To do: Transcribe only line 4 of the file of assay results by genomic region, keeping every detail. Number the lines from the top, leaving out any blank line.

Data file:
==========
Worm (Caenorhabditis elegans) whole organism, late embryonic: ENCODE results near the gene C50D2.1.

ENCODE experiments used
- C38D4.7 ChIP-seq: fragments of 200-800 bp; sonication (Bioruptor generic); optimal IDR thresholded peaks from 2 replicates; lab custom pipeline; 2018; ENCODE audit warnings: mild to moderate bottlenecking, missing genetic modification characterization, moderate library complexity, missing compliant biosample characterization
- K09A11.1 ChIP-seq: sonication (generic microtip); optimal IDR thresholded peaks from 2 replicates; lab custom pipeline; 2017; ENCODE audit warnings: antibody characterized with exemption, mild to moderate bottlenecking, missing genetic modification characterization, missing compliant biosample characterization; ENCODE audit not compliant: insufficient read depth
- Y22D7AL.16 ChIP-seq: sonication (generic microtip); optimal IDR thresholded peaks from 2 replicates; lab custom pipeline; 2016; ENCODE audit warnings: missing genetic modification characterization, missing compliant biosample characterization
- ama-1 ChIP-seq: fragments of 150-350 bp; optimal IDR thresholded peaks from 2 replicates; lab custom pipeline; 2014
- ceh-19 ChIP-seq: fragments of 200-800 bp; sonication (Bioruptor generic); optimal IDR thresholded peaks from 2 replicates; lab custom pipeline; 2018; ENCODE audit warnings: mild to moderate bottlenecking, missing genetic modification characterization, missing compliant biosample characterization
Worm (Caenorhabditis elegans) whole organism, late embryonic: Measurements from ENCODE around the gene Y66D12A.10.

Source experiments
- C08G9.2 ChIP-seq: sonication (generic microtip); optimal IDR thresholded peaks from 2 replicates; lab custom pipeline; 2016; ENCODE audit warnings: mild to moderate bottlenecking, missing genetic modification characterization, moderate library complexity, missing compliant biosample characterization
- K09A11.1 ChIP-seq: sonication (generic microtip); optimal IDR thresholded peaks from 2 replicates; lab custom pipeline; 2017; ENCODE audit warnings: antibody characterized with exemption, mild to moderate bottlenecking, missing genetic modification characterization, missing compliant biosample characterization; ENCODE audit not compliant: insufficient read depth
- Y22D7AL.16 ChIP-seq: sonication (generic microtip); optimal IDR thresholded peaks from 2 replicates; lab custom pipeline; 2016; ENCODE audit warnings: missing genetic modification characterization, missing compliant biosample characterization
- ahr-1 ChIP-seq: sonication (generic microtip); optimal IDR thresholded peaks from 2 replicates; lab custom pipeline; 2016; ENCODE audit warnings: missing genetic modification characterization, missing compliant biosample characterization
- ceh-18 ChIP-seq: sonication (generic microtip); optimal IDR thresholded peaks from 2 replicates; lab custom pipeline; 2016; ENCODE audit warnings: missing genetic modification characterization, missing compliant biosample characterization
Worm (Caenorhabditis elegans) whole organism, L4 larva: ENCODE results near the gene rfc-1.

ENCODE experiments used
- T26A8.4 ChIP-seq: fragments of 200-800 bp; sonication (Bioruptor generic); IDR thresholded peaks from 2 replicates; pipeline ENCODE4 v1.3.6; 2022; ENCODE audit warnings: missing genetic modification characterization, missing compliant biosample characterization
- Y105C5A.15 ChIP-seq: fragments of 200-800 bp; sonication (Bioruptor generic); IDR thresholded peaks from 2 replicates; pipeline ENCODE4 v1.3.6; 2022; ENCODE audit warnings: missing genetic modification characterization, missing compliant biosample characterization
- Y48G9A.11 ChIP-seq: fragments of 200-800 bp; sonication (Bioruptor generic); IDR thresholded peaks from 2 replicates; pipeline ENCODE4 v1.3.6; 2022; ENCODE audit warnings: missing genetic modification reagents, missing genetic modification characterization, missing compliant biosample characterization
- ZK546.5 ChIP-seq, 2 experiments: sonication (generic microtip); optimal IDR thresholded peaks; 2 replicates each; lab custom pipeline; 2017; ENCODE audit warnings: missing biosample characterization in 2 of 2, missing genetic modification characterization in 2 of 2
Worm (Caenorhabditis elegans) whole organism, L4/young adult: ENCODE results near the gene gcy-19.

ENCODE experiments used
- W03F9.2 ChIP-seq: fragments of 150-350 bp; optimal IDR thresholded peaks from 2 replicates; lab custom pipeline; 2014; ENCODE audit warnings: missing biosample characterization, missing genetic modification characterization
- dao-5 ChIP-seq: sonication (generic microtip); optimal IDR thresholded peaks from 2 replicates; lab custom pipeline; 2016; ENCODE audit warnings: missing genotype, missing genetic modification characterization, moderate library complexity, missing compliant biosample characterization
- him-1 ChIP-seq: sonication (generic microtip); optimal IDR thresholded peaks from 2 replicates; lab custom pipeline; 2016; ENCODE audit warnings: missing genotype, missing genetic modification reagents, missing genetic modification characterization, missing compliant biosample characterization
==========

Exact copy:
- K09A11.1 ChIP-seq: sonication (generic microtip); optimal IDR thresholded peaks from 2 replicates; lab custom pipeline; 2017; ENCODE audit warnings: antibody characterized with exemption, mild to moderate bottlenecking, missing genetic modification characterization, missing compliant biosample characterization; ENCODE audit not compliant: insufficient read depth